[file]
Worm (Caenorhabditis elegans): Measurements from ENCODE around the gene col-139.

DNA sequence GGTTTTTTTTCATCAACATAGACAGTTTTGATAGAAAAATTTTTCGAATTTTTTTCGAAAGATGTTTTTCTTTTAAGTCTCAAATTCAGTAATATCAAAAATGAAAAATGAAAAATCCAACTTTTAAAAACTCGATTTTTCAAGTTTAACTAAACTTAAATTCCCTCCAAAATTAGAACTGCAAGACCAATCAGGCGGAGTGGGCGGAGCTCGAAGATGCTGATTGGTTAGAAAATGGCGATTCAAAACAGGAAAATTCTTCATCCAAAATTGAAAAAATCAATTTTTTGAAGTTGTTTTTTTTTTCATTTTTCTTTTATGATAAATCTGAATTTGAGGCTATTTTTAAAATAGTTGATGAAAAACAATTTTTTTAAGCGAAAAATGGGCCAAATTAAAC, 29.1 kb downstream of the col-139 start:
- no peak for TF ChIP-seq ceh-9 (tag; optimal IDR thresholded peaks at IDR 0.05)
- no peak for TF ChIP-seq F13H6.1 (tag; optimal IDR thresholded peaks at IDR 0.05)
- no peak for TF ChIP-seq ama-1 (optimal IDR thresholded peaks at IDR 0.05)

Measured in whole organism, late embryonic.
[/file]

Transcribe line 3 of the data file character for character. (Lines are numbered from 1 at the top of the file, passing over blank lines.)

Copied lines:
- no peak for TF ChIP-seq ceh-9 (tag; optimal IDR thresholded peaks at IDR 0.05)